The Sharia-prescribed stoning to death punishment for adultery is not what the Quran dictates. The Quran prescribes a maximum of one hundred lashes, and that also after four witnesses confirm the criminal offense (24:2). The Quran also allows the convicts to be left alone if they repent and mend their conduct (4:15). The Quran also enjoins marriages of adulterous men with adulterous women (24:3,26). If stoning to death is an applicable punishment for adultery, then the question that arises is how can they get married after death? Modern Muslim scholars also consider another punishment brutal – that of cutting off the hands of the thief according to a traditional interpretation of a Quran verse (5:38). As suggested by contemporary Muslim scholar Edip Yuksel, a humane yet sufficiently humiliating punishment would be limb marking rather than limb cutting.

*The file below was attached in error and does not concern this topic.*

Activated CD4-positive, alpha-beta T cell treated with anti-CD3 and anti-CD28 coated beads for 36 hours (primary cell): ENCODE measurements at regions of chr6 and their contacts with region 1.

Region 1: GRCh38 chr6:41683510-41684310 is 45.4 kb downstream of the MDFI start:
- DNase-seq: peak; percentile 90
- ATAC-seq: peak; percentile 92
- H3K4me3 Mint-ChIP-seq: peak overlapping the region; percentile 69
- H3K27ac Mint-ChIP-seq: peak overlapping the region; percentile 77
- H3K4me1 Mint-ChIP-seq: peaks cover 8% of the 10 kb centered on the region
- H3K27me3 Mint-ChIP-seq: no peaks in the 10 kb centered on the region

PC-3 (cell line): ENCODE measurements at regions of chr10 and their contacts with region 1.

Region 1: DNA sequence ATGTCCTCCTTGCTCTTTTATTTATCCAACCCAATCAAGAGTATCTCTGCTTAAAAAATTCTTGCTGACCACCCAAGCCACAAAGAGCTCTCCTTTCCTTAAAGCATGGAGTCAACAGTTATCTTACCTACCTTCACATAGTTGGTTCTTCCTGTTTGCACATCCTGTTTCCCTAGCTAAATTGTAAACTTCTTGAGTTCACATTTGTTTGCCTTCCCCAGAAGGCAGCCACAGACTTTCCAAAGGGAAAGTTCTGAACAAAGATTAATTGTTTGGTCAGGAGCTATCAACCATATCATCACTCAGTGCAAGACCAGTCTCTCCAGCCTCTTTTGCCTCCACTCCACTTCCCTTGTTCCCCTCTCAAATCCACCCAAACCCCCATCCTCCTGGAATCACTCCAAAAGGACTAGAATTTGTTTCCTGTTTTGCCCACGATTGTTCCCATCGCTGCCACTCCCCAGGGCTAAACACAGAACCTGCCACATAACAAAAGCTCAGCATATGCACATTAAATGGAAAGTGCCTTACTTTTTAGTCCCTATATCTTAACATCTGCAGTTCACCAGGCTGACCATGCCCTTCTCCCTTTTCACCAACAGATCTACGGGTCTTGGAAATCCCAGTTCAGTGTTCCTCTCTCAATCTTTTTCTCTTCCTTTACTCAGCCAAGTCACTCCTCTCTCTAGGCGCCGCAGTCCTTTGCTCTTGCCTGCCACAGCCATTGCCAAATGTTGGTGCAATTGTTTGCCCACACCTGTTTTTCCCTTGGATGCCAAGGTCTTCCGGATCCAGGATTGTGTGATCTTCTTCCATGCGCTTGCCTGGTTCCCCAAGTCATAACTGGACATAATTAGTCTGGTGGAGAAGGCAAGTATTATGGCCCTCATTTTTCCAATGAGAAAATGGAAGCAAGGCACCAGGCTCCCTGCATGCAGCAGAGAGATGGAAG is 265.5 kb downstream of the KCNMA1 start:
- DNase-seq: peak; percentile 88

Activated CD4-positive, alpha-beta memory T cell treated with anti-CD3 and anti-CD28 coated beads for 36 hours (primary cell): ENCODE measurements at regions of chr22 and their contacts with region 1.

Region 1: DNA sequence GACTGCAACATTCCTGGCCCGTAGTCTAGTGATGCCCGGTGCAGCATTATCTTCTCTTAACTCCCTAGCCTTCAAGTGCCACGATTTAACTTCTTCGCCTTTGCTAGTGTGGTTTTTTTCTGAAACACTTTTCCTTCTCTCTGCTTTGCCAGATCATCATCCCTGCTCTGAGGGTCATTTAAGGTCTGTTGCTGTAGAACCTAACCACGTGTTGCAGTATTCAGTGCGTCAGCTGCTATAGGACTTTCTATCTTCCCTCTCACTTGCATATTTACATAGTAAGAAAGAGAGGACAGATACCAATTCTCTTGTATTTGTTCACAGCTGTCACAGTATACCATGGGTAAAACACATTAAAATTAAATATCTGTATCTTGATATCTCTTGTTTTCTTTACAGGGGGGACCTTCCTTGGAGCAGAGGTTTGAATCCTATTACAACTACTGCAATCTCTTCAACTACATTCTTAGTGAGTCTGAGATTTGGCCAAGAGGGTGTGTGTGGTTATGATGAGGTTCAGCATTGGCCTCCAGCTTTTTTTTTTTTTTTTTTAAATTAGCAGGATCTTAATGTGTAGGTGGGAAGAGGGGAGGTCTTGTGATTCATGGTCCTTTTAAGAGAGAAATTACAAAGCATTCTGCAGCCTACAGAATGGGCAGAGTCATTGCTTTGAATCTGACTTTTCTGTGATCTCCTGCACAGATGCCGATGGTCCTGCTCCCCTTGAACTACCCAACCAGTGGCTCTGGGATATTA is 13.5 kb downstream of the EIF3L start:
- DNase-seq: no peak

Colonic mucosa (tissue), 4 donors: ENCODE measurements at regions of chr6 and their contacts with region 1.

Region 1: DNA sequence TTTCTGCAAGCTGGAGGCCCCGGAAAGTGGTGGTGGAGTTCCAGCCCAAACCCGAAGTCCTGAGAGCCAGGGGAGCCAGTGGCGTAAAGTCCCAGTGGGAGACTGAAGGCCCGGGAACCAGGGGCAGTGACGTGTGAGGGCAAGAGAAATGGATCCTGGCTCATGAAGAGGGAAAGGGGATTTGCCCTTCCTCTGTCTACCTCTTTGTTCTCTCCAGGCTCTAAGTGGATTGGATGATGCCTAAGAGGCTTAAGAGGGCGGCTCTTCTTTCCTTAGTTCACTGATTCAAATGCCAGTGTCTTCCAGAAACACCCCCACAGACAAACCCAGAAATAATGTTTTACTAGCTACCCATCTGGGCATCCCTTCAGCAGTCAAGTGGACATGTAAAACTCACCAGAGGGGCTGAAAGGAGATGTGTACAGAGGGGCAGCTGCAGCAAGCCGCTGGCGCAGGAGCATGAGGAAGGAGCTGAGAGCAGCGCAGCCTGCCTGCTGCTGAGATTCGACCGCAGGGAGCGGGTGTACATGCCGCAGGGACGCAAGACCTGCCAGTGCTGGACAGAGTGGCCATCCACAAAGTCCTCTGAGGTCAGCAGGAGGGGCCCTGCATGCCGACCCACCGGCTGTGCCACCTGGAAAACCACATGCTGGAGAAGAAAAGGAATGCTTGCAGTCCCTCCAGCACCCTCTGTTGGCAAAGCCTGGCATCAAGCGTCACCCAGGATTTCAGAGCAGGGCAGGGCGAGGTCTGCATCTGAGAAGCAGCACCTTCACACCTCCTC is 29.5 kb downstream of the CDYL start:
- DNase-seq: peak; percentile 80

There are still many other Sharia Laws that are not responsible for overt killings and persecution of human beings, but are responsible for hidden killings and persecution. These laws relate to problematic family laws such as child marriage, permission of unrestricted polygyny, use of war captives and slave girls as sex slaves, unfair child custody rights, instant and unilateral divorce of wives by husbands, distorted provisions for remarriage of divorced wives, inadequate support for divorced wives, and unequal inheritance of surviving family members.